This book covers 137 lab values that the author decided were the most important to know, especially for nursing students. There is also a bonus ebook that will help solidify your understanding of these lab values. With the book and ebook combined, you will have just the right amount of information focusing on topics such as the basic chemistry panel, liver and kidney function, arterial blood gases, hematology testing, cardiovascular testing, endocrine tests, pregnancy and genetic testing, infection testing, lipid and pancreatic testing, glucose tests, and much more.
This book is written in a way that slightly differs from the NRSNG book simply because every person has a different way of learning the material. In this case, Chase Hassen brings to you what he finds works best, especially for the NCLEX, focusing on what matters most so you can quickly move on to your next guide.
Overall, this is a very well-liked resource for nursing lab values that is especially good for nursing students. There is some discussion as to how lab values can vary by machine or facility, which not only provides interesting content, but also instills some confidence that the author really knows his stuff and has identified through experience what is worth knowing. At an affordable price, it’s an option that we would definitely recommend considering.
This is a really handy resource for nursing lab values that will benefit anyone involved in the nursing profession, but is probably most suitable for those already in the work force. The main reason we say this is because these badge cards are designed for quick reference while on shift, so they provide the most necessary information, but don’t necessarily explain the supplemental details that will allow you to fully learn the material.
Scrubs and Stuff LLC make a variety of badge cards and badge card sets. This is just one of those sets, but it is among our favorites due to the fact that you receive 12 of some of their most popular badge cards (but not every single one that they make). The cards themselves are about half the thickness of a credit card and are made of plastic, so they are fairly waterproof. Additionally, they have information on the front and back covering the entire surface, so you get the most information possible in a small card that is easy to check. The cards are sized to fit a standard badge ID holder, so they’re about the same size as a credit card – 3 3/8 x 2 1/8 inches.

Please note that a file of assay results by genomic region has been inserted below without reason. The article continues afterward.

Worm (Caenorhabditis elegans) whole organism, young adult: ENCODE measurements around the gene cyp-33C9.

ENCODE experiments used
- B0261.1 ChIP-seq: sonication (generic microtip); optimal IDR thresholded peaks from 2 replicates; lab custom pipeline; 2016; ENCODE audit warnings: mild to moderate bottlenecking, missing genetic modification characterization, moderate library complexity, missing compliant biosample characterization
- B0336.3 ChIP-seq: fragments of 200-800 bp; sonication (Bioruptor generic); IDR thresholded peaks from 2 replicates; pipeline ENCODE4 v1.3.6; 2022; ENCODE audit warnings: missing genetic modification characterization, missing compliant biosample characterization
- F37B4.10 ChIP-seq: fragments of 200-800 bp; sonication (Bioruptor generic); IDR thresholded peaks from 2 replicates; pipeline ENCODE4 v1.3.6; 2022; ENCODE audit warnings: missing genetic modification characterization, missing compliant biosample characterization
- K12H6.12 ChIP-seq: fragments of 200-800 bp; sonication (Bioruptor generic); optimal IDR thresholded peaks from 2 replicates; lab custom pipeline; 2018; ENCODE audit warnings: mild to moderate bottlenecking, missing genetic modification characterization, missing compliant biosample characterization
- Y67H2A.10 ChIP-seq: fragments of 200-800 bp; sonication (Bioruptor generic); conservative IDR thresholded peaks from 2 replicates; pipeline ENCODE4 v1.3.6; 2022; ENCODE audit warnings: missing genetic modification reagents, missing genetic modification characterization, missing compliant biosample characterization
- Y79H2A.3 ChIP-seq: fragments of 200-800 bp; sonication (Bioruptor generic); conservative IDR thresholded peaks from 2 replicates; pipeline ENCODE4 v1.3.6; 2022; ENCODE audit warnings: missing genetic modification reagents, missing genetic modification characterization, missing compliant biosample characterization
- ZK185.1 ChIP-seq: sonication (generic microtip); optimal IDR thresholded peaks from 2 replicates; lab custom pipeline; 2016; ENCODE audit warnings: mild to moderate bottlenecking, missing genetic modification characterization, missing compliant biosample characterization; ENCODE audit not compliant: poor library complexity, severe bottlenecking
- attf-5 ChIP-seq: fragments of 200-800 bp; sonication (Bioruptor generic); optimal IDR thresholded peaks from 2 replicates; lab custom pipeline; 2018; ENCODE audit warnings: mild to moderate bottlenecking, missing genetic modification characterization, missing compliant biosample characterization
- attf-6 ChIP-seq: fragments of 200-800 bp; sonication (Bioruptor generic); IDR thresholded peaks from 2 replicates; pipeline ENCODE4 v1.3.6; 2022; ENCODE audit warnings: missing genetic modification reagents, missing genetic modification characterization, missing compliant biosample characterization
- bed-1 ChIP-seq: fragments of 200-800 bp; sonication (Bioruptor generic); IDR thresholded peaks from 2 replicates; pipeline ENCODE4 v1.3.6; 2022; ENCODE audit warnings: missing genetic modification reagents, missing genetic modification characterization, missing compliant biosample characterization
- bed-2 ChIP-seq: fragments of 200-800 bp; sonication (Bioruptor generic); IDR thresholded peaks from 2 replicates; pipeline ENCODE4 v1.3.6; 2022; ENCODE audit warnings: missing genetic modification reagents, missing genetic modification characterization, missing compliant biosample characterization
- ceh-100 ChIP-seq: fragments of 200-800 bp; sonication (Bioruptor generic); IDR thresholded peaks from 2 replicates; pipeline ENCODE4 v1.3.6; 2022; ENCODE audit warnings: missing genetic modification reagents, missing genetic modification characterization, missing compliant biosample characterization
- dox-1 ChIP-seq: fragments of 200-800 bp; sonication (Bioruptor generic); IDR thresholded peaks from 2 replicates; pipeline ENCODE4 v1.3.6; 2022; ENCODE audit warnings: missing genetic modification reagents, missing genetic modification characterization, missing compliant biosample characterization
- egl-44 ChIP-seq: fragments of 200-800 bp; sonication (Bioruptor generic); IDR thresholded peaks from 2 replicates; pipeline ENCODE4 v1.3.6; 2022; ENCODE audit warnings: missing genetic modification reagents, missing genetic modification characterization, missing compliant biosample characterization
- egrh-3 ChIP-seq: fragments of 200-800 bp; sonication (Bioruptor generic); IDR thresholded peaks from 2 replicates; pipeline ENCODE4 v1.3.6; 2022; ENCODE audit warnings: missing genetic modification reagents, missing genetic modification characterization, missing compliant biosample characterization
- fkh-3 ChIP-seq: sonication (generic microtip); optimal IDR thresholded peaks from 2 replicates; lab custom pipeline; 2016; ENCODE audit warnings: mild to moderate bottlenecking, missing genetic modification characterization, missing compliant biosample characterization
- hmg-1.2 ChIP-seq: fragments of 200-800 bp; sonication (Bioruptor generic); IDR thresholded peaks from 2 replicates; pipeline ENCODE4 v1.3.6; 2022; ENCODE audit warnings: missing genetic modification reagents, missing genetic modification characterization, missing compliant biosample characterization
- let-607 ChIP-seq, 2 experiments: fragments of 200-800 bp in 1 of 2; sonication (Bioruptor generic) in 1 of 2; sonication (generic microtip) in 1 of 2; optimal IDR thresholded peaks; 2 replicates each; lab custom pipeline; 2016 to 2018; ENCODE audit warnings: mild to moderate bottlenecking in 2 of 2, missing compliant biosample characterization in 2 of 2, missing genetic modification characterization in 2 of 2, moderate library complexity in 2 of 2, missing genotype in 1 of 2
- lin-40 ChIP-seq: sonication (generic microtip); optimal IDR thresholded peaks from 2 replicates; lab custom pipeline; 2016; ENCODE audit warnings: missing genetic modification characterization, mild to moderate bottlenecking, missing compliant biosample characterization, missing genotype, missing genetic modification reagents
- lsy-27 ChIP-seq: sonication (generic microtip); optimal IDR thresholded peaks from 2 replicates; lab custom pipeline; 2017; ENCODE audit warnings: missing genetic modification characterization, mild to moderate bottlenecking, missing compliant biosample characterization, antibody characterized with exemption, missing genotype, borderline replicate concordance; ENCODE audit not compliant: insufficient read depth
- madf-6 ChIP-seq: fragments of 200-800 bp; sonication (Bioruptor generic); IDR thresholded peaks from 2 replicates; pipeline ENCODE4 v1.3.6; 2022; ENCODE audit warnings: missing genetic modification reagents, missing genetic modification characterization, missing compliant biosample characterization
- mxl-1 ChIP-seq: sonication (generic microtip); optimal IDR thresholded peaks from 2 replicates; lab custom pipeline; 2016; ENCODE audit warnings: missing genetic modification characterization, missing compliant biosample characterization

Here are the cards that you will receive in this pack: lab values, anatomical reference diagram, EKG diagram and ruler, common healthcare conversion, adult vital signs, medication math and drip titration chart, pediatric vital signs and developmental milestones, Glasgow Coma Scale, 12 lead EKG placement, general weight conversion chart, Wong Baker FACES pain rating scale (Spanish on back), and a neuro dermatome guide.
Overall, these cards offer a great resource for nursing students and professionals alike. Those who may benefit most are students who are entering their clinical placements and want to be as prepared as possible, as well as full-time nurses who like having that information at their fingertips just in case. The only downside to these cards is that they are a little expensive for what they are, so the value isn’t the greatest, but they’re not crazy expensive either. If you need thorough information, we suggest one of the books reviewed above, but if you’re prioritizing convenience, especially while on shift or in a clinical placement, these could be worthwhile.
The Davis’s Comprehensive Handbook of Laboratory and Diagnostic Tests is a flat-out excellent resource for any nurse, whether you’re a student or an RN, that provides comprehensive information about a variety of lab values and related diagnostic testing. Don’t let the word “comprehensive” scare you. While they do provide some very detailed information at times, the book is extremely well-written with straight-forward information and practice tests.